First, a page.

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Re: <nettime> Technorealism
John Hutnyk on Thu, 12 Mar 1998 23:25:30 +0100 (MET)


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Re: <nettime> Technorealism


> even as the debate over technology has been 
> dominated by the louder voices at the extremes, a new, more balanced 
> consensus has quietly taken shape
...
> We are technology "critics" in the 
> same way, and for the same reasons, that others are food critics, art 
> critics, or literary critics.


Unreasonable comments re: Technorealism.

I think it's a trick.

A moderate and polite tone which argues for middle way might seem
reasonable and real, but c'mon, this old charm doesn't work anymore.

What this amount to is the new snake-oil dressed up in a less outrageous
bottle, a dash of bad Heidegger (technology provides ways of seeing the
world...), a dollop of creamy populism, and lashings of caring concerned
pseudo sauce...

The reasonable description of technology, so well moderated, has
achieved nothing but business as usual. The point is to change the
world.

Technology is hyped, sure, but it is a good thing too. Well, how could
anyone be so impolite as to disagree. Burp.

But if technology critics are gonna be no more than food critics, I
think the same old relegation to the very back pages of my newspaper is
in order for this stuff. When I want to read a food critic I'll turn to
the bit just before the comics section (and of course there I'll expect
NOTHING abut the politics of technology, nothing about the entire
socio-economic context which enables the food critic to be so bland -
and so I will expect the food critic to ignore, say, the economics of
illegal immigrant exploitation for cheap service labour in restaurants
that serves up the meals, or of the specifics of food import across the
international division of wealth and privilege, WB/IMF, NAFTA etc etc).
But, whn I want something mre than a plac to dine...

Actually, oftentimes even the comic section manages to say something.
This technorealism minifesto does not.

The whole point about the hype of technology, the question of fear or
fascination, is nothing about being reasonable. I am for being
unreasable, and for demanding all more technology, for more of us. For
'all' of us. Rather than quake in fear at the idea of technology out of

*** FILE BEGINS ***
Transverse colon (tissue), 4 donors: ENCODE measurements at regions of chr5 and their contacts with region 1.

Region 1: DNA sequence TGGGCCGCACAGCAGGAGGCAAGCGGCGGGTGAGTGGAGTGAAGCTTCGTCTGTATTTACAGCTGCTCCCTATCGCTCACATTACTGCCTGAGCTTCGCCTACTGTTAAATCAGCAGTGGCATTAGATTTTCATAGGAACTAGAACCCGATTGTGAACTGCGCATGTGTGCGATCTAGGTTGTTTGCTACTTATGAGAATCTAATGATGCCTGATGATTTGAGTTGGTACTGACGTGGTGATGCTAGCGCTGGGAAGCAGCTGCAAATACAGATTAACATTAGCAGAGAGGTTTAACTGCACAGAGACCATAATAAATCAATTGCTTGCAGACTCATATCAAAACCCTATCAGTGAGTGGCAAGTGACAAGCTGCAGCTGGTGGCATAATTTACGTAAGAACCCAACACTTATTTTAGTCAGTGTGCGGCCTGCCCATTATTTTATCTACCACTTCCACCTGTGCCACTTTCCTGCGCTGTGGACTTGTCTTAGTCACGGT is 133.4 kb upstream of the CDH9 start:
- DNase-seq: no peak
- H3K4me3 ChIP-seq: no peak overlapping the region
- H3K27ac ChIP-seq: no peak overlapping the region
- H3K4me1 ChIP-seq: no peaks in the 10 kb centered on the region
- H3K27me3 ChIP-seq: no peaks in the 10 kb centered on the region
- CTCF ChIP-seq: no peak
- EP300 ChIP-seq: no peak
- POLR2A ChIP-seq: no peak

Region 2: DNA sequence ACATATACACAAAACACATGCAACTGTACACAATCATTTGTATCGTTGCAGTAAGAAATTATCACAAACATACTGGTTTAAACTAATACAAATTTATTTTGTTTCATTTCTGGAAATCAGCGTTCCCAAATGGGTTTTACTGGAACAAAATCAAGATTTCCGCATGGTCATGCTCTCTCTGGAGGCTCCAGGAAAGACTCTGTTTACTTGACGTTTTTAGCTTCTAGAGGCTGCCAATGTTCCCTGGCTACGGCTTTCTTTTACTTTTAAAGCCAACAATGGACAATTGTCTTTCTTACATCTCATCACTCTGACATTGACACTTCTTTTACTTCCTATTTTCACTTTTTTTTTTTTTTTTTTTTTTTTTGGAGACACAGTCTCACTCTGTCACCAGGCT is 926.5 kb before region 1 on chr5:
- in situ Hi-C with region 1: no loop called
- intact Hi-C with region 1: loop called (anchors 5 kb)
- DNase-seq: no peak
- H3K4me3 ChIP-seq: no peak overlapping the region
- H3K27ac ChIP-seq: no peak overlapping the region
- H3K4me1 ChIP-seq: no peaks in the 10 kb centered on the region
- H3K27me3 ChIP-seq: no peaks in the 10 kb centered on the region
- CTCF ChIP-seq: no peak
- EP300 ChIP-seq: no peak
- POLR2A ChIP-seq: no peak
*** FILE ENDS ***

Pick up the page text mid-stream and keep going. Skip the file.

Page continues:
'our' control, rather than try to secure what we, in the 'advanced'
sectors, already have, yes, let us find another way. But for this we do
not need moderation, we need to demand unreasonable things. We should
keep well in mind that the advances in technology which have the
potential to improve lives on this planet are vast, but that the
ownership and control of these possibilities at present is confined to a
very small clique of first world savants and their good news
propagandists (at best eventually a few also benefit from a trickle down
effect, gee wasn't it great when Netscape decided to hand out its
browser for 'free').

That sometimes the propaganda for this division of spoils (5% with the
menu in their hands, 45 percent with scraps, 50% still not even close to
getting a telephone so as to book a table at the feast) appears as dire
warnings about the future and sometimes as unthinking celebration of
hyper-modernity (from Bill Gates' styles, which is obvious, to the
avatars of the revolutionary potency of the net - not even close to
being laptop Lenins and Microprocessor Maos) does not diminish the fact
that these reasonable words are part and parcel of the snake-oil sales
pitch.

> As the representative of the people 
> and the guardian of democratic values, the state has the right and 
> responsibility to help integrate cyberspace and conventional society. 

Why should the State have any say in cyberspace? The technorealism
answer is: because they do in the rest of society. Well, this is upside
down thinking. We should be trying to deregulate meatspace, not import
its interferences and limitations - and the agendas thereby served -
onto our screens. Which State actually has been anything more than armed
force which has been given the alibi of persuasion by the moderate tones
of reasonableness and realism but in the end stands ready with blunt
instruments to make sure we keep in line?

I refrain from point by point discussion of the incredible ingredients
of this bourgeois routine:

> the art of teaching

> knowledge and wisdom

>  we must update old laws and interpretations so that information 
> receives roughly the same protection it did in the context of old media.

> we should subject them [the tools] to a similar 
> democratic scrutiny. 

> our goal is
> neither to champion nor dismiss technology, but rather to understand 
> it and apply it in a manner more consistent with basic human values. 

> The citizenry should benefit and profit from the use of 
> public frequencies, and should retain a portion of the spectrum for 
> educational, cultural, and public access uses

Except to say: Why only a portion? [we want the whole meal]. Who are the
wise? Who makes the laws? Protection from whom? Scrutiny how? - by
voting? [what is this kind of contentless demcracy if not also another
television trick] Who decides these basic human values? [do you mean
something like the value of the market?]
Rather to undertand???? And then?

Call me bulimic, but these food critics make me want to purge.

John Hutnyk



> we anticipate mixed blessings

So say grace before you tuck in...


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